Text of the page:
We sat about in the camp for two days waiting for another plane.  And I said to the cameraman, kindly, though perhaps not tactfully, that he might prefer to have someone else take the shots that had to be filmed from the air.  He said, ‘I’ve thought of that.  I’m going to be afraid when I go up tomorrow, but I’m going to do the filming. It’s what I have to do.’

We are all afraid — for our confidences, for the future, for the world.  That is the nature of the human imagination.  Yet every man, every civilisation, has gone forward because of its engagement with what it has set itself to do.  The personal commitment of a man to his skill, the intellectual commitment and the emotional commitment working together as one, has made the Ascent of Man.  p. 438

A Shout Out to the Planetary Society

It’s been about half a year now since I started throwing my thoughts out from Behind the Hedge (someday I may explain the blog title) and apart from a few hints and passing references, something fundamental has been missing:  Science.

When I was just tiny, a few years before watching Neil Armstrong smudge his way down that shadowy ladder with the really big step at the bottom, I poured over my father’s National Geographic Magazines, enthralled by two things:  the explorations of the sea, mostly by Jacques Cousteau, and the planned exploration of space, mostly by NASA.  When I moved out on my own, one of the first things I did, remembering the excitement of my childhood, was to get my own subscription to National Geographic Magazine.  Sometime later, my father handed over all his back issues stretching back to the mid-1950s.  Now I have almost sixty years of the things and I remain subscribed, although the sense of adventure has faded quite a bit.  Over and over I say to each month’s issue “You climbed a whole mountain!  Wow!  Did you know there’s a bunch of old men over there who WALKED ON THE MOON before you were born?!  And they got there in what amounts to little more than a  Volkswagen Kombi with a bunch of big bombs strapped to the back of it!!”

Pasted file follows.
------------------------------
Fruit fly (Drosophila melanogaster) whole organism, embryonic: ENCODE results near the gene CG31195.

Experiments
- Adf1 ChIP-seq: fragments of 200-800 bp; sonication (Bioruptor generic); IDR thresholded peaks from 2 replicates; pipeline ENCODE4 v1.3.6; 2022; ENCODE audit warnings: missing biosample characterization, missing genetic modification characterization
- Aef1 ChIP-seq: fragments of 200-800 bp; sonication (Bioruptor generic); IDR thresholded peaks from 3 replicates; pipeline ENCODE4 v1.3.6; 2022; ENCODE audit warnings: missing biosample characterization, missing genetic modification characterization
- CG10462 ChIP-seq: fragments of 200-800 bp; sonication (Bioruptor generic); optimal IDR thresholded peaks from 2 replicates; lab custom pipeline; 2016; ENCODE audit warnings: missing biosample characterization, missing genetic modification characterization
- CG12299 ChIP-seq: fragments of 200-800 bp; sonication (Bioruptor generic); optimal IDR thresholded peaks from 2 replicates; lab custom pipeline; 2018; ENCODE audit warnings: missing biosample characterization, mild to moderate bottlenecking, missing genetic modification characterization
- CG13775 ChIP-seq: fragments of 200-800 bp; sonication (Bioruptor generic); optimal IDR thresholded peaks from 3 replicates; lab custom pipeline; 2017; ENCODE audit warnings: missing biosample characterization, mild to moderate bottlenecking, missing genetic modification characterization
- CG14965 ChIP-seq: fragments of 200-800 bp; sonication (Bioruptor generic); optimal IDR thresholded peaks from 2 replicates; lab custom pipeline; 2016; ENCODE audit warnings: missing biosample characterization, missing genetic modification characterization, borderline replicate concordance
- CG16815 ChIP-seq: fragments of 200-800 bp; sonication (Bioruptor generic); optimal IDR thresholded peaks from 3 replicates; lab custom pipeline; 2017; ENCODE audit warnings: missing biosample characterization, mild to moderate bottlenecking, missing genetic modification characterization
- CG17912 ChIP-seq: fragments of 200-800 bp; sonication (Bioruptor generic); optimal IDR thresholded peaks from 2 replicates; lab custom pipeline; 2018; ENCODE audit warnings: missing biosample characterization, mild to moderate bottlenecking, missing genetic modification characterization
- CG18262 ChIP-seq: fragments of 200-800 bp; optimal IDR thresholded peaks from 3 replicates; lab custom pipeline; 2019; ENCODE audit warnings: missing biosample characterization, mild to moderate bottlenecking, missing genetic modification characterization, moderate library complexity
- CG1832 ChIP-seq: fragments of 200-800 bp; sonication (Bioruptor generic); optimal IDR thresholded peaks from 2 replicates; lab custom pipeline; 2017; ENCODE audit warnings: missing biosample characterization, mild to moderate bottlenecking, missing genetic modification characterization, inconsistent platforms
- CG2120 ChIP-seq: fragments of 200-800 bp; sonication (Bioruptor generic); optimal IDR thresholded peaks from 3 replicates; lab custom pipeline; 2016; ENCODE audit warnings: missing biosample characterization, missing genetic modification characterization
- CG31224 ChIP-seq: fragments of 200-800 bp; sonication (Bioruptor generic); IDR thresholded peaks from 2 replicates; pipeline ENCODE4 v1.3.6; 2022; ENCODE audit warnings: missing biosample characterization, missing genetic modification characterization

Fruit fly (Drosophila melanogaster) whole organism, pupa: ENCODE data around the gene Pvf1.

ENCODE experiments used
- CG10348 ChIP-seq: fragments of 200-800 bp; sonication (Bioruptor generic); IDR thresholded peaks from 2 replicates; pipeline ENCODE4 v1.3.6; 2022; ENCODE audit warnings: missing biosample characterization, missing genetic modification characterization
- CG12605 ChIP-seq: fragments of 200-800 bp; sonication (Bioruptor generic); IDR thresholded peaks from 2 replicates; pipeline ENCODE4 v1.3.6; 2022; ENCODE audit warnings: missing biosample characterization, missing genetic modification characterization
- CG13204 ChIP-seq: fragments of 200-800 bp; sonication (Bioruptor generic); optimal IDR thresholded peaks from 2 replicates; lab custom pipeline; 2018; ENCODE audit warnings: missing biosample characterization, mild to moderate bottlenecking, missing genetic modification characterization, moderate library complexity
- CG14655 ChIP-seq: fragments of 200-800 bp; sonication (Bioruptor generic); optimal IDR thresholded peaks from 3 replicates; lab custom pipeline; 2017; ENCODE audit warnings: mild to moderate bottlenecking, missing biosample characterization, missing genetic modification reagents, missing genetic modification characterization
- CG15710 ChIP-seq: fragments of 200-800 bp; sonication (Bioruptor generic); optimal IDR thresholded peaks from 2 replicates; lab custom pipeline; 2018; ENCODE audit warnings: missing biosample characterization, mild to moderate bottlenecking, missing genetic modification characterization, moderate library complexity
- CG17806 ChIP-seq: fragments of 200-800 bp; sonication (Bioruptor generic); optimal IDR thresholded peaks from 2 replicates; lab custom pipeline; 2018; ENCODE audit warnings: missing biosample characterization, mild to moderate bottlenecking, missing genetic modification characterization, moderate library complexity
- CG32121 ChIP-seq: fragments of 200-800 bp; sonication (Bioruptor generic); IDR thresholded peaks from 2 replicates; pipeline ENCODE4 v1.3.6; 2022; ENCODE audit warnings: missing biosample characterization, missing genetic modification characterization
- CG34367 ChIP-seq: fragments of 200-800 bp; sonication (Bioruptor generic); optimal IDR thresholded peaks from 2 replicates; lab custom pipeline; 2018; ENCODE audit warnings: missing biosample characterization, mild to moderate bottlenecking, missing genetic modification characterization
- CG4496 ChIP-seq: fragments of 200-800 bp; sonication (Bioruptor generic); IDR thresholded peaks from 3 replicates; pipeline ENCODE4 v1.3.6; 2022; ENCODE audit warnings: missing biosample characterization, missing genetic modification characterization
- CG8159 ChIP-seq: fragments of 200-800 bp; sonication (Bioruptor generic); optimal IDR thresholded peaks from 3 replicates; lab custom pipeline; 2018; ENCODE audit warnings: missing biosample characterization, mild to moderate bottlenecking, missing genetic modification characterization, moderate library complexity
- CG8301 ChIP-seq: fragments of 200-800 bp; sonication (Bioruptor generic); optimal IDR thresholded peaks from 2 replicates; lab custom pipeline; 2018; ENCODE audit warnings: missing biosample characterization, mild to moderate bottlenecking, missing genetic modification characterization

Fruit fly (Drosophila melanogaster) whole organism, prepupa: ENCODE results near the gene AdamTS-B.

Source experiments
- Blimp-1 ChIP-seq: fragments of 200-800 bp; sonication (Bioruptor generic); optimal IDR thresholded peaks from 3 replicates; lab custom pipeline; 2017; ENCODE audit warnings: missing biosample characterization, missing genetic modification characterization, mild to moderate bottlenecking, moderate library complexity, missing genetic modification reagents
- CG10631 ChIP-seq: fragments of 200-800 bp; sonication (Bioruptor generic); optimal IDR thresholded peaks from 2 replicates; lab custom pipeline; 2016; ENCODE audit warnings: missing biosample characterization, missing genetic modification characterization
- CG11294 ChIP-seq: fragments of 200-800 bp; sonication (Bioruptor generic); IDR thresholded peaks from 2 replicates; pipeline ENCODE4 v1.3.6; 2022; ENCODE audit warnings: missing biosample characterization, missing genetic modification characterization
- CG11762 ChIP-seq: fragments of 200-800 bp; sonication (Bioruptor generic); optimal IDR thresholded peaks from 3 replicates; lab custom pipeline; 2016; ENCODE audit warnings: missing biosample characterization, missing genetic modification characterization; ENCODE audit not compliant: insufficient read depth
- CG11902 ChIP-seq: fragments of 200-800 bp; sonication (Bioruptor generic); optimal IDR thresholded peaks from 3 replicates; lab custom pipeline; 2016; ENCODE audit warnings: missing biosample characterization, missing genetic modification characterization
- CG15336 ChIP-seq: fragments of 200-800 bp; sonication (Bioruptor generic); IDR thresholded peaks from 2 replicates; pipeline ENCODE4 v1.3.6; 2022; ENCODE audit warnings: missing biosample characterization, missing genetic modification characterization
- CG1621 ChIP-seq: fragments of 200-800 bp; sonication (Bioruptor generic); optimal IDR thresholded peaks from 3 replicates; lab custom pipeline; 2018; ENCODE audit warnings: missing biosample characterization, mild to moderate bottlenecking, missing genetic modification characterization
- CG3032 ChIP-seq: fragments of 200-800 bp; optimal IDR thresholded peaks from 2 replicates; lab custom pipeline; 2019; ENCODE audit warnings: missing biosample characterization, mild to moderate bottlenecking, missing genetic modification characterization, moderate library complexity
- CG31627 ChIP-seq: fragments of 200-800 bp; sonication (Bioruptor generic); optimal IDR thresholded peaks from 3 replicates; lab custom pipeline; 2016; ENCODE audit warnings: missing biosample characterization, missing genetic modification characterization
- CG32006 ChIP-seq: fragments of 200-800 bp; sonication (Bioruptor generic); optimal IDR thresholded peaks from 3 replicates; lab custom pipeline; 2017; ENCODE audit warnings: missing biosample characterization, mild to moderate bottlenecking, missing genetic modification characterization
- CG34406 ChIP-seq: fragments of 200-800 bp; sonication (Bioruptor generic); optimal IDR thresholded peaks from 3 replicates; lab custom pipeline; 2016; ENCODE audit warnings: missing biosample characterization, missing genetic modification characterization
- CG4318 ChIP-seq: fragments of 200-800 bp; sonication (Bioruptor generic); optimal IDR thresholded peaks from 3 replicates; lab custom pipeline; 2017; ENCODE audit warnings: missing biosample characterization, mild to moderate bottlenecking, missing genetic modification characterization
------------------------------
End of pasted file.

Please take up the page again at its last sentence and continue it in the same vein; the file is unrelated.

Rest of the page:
Shortly after the moon landing, I took Charles Coombs’ Project Apollo out of the school library and then made my father order me my own copy from some bookstore in downtown Sudbury, Ontario.  I still have that book.  I spent my days making.  I made sharks out of plasticene and (strangly square) Saturn V rockets — complete with lunar module concealed in the top of the third stage — out of Lego.  And I craftily built the lunar module upside down so that it could dock with the command module.

Guess how I was turned onto the poetry of Yeats when I was in junior high school.

An epigram to a chapter in Intelligent Life in the Universe by Carl Sagan and I. S. Shklovskii was a bit from Yeats’ “Song of the Wandering Aengus”:

Though I am old with wandering
through hollow lands and hilly lands
I’ll find out where she has gone
and kiss her lips and take her hands
and walk among long dappled grass
and pluck till time and times are done
the silver apples of the moon
the golden apples of the sun

And wither the threads from that poem through my life?

I reverently lifted one line for one of my few published (very obscurely published) bits of verse:

. . . on broken roads which lead nowhere
I search for unknown goals
through hollow lands and hilly lands
sun burning on my back . . .

I suspect that Yeats, together with a well timed visit to the banks of the River Wye, lead me to Wordsworth who was so obviously a pleasant uncle (but not a “funny uncle”, despite Ken Russell’s Clouds of Glory which quite probably led me to Tom Stoppard, charmingly guided by Felicity Kendall) to the child who was the father of the man I am.

And what about art?  I suspect that a strange meeting in my adolescent mind between Jacob Bronowski’s Ascent of Man, Kenneth Clark’s Civilisation, and David Hardy’s The Challenge of the Stars put me on that road.

As a barely-past-tween, when I privately decided that painting was to be one of my lives, my first purchase was a big tube of Mars Black, because all I was going to paint was David Hardyesque space scenes.  Now I buy huge jars of titanium white and very, very rarely buy a small tube of some very traditional earth pigment, and hardly ever use black.  On the surface, my painting owes more to pre-modern traditions than to the Space Age  But, when I honestly consider things, scientific exploration — which I consider art- and literary-criticism to be — is the only thing that makes me passionate. High School acquaintances told me later in life that they thought I’d follow a science path.  Nope.  Anglo-Saxon poetry for me.

Where did that come from?

A long, long time ago I held a copy of  The Lord of the Rings in my hands in a Public Library in Windsor, Ontario and said to myself “This looks like a cheap rip-off of the Narnia stories.”  In hindsight, I was an idiot at that moment, but, fortunately, my mother reintroduced Tolkien to me for a third time — I had, without making the connection, spent a moment with “Smith of Wooton Major” in some elementary school classroom.  Tolkien made me learn Old English and learning Old English vastly improved my understanding of language and poetry.  After five years, two degrees, and a couple of publications, I left formal academia behind, again to the surprise of professors and colleagues.